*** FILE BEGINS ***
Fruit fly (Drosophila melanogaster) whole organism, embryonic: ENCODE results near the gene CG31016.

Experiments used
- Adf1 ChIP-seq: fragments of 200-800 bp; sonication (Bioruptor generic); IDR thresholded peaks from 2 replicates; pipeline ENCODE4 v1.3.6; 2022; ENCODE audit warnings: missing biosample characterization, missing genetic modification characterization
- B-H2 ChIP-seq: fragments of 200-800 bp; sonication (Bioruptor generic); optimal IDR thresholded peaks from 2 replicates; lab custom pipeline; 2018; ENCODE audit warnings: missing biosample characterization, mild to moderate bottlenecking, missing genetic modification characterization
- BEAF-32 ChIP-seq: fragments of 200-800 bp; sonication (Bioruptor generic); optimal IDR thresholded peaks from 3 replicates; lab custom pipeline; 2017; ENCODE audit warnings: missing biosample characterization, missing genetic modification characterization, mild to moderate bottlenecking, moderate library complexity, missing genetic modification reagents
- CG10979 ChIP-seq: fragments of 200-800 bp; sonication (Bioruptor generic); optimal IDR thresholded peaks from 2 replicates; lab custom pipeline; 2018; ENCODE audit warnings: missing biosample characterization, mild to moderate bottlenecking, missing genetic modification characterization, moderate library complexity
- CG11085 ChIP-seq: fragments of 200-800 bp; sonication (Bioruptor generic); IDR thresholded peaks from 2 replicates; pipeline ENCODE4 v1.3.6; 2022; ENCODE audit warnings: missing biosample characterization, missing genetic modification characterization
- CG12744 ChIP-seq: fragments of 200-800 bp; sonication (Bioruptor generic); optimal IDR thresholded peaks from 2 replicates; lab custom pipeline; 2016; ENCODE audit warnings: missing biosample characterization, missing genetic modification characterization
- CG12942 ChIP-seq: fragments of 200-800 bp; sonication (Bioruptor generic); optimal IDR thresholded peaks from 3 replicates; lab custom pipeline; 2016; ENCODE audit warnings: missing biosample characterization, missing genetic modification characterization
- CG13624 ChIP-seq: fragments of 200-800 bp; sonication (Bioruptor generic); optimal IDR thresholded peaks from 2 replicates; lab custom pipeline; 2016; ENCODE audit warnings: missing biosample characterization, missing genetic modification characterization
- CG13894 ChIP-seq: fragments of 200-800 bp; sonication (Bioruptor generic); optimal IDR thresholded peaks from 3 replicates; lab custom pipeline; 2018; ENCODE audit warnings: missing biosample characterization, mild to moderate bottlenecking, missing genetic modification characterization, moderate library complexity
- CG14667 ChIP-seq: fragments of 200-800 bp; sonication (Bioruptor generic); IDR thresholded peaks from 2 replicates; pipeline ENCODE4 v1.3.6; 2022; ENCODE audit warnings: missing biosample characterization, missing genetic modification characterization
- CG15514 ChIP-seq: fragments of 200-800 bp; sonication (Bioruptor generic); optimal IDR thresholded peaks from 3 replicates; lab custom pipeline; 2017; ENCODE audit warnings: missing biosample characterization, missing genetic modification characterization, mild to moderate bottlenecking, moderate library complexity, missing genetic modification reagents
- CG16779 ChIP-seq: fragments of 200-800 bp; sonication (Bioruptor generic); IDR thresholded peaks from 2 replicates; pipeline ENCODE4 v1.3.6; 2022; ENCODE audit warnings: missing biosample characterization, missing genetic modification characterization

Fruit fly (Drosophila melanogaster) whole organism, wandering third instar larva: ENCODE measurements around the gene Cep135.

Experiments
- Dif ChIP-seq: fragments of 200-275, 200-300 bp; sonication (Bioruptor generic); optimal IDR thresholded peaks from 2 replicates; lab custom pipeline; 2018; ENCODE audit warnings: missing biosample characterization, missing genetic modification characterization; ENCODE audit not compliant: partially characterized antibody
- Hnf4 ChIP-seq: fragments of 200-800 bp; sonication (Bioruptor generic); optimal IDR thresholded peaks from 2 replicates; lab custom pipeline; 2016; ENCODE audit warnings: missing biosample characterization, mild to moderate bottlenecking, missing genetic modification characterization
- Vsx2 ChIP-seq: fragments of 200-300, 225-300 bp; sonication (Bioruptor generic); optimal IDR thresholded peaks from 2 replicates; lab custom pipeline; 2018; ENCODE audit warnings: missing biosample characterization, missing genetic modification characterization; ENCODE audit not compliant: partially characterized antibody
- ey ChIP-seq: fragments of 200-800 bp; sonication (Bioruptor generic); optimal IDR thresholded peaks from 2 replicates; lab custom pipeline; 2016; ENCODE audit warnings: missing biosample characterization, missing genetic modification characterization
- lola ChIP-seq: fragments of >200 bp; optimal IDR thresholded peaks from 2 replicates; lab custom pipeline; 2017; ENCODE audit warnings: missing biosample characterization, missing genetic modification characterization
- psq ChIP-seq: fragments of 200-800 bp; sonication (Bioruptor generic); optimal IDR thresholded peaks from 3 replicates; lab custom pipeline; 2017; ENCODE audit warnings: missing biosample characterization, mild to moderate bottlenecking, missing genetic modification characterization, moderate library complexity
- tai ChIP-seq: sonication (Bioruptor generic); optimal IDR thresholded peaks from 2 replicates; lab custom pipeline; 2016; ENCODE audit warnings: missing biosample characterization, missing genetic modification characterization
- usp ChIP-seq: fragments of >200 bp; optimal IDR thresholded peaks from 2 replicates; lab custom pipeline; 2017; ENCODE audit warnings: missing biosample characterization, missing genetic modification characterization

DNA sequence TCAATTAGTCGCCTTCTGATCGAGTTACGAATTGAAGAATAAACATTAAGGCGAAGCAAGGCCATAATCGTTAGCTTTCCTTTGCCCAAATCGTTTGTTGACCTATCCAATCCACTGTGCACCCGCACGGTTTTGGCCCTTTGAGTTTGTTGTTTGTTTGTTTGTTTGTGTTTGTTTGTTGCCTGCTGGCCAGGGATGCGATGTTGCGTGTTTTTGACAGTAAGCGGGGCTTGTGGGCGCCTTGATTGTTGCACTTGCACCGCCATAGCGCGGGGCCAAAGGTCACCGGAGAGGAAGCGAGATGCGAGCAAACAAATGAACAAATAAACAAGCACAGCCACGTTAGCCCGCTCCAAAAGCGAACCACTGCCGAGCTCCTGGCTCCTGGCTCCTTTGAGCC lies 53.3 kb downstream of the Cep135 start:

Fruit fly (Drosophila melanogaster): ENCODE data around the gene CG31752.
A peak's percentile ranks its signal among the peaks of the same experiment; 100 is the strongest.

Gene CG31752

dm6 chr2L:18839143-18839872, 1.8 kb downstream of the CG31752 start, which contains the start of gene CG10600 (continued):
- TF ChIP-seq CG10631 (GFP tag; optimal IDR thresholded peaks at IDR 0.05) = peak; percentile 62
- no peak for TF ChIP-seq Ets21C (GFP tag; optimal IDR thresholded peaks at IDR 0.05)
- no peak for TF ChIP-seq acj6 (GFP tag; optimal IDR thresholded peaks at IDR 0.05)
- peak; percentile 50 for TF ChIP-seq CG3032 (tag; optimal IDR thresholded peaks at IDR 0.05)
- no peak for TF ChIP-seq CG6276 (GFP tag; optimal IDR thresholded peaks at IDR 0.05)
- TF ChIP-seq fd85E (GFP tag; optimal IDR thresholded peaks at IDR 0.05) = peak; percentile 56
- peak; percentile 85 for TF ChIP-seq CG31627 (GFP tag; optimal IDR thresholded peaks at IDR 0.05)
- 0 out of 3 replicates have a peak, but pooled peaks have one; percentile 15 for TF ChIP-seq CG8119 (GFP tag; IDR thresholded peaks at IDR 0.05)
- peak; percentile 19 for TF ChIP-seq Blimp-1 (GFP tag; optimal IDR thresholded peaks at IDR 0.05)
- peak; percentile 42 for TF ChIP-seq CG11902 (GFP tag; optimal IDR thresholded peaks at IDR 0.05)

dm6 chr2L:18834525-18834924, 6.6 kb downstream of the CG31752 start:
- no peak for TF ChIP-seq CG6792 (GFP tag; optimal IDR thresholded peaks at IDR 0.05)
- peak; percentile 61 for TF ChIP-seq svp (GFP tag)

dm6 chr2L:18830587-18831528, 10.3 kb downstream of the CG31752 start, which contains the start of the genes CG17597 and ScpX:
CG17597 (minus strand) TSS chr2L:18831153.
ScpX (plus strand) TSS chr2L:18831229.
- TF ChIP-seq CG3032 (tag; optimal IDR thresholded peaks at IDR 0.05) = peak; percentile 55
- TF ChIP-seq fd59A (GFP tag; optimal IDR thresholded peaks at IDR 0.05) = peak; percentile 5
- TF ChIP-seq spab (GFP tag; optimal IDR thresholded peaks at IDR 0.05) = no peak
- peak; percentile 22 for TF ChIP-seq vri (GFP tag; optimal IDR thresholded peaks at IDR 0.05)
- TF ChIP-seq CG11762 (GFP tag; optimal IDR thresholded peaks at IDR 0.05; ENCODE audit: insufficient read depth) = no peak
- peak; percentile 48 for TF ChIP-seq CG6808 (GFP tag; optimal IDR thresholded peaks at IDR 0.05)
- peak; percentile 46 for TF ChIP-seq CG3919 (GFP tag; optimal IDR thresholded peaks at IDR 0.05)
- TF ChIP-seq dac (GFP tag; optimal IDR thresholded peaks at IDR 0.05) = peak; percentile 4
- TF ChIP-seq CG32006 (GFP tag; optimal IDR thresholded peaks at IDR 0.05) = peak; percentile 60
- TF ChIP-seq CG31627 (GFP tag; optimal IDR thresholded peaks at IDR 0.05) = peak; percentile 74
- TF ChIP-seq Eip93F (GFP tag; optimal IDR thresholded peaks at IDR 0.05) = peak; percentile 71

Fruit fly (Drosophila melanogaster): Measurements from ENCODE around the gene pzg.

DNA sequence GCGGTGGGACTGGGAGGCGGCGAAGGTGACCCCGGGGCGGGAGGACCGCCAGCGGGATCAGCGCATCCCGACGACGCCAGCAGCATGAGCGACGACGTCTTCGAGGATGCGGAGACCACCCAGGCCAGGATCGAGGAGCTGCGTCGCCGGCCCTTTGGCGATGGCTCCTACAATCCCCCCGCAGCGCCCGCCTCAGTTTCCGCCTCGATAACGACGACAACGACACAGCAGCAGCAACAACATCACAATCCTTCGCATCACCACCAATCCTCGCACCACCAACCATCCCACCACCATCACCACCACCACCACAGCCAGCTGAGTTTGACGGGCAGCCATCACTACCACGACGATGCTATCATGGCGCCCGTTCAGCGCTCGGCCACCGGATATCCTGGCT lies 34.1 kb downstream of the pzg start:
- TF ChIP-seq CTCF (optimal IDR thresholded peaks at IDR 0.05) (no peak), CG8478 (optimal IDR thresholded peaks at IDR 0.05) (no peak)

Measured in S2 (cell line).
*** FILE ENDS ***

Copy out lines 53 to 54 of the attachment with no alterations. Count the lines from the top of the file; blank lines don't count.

- TF ChIP-seq dac (GFP tag; optimal IDR thresholded peaks at IDR 0.05) = peak; percentile 4
- TF ChIP-seq CG32006 (GFP tag; optimal IDR thresholded peaks at IDR 0.05) = peak; percentile 60